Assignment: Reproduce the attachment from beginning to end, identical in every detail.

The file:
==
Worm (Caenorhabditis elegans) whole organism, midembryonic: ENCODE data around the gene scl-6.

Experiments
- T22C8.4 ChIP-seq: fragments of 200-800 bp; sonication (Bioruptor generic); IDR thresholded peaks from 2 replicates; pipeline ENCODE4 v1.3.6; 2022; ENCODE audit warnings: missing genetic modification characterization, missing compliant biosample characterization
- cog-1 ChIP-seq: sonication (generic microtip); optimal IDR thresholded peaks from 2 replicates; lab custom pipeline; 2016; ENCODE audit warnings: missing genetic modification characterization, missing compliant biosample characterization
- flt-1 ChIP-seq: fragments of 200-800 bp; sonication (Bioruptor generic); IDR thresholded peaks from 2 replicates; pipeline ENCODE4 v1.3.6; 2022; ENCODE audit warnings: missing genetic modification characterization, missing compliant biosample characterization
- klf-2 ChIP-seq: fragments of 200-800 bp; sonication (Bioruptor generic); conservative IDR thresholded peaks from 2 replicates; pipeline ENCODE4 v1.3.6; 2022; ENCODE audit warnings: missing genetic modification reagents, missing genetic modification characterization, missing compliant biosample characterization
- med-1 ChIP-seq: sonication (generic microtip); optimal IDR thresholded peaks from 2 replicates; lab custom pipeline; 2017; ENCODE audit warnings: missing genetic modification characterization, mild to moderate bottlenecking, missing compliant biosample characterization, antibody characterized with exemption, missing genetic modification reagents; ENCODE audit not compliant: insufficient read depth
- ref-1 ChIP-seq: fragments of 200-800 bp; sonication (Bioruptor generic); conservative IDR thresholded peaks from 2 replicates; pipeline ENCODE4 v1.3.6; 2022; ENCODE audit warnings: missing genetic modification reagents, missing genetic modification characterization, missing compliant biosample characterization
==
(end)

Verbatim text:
Worm (Caenorhabditis elegans) whole organism, midembryonic: ENCODE data around the gene scl-6.

Experiments
- T22C8.4 ChIP-seq: fragments of 200-800 bp; sonication (Bioruptor generic); IDR thresholded peaks from 2 replicates; pipeline ENCODE4 v1.3.6; 2022; ENCODE audit warnings: missing genetic modification characterization, missing compliant biosample characterization
- cog-1 ChIP-seq: sonication (generic microtip); optimal IDR thresholded peaks from 2 replicates; lab custom pipeline; 2016; ENCODE audit warnings: missing genetic modification characterization, missing compliant biosample characterization
- flt-1 ChIP-seq: fragments of 200-800 bp; sonication (Bioruptor generic); IDR thresholded peaks from 2 replicates; pipeline ENCODE4 v1.3.6; 2022; ENCODE audit warnings: missing genetic modification characterization, missing compliant biosample characterization
- klf-2 ChIP-seq: fragments of 200-800 bp; sonication (Bioruptor generic); conservative IDR thresholded peaks from 2 replicates; pipeline ENCODE4 v1.3.6; 2022; ENCODE audit warnings: missing genetic modification reagents, missing genetic modification characterization, missing compliant biosample characterization
- med-1 ChIP-seq: sonication (generic microtip); optimal IDR thresholded peaks from 2 replicates; lab custom pipeline; 2017; ENCODE audit warnings: missing genetic modification characterization, mild to moderate bottlenecking, missing compliant biosample characterization, antibody characterized with exemption, missing genetic modification reagents; ENCODE audit not compliant: insufficient read depth
- ref-1 ChIP-seq: fragments of 200-800 bp; sonication (Bioruptor generic); conservative IDR thresholded peaks from 2 replicates; pipeline ENCODE4 v1.3.6; 2022; ENCODE audit warnings: missing genetic modification reagents, missing genetic modification characterization, missing compliant biosample characterization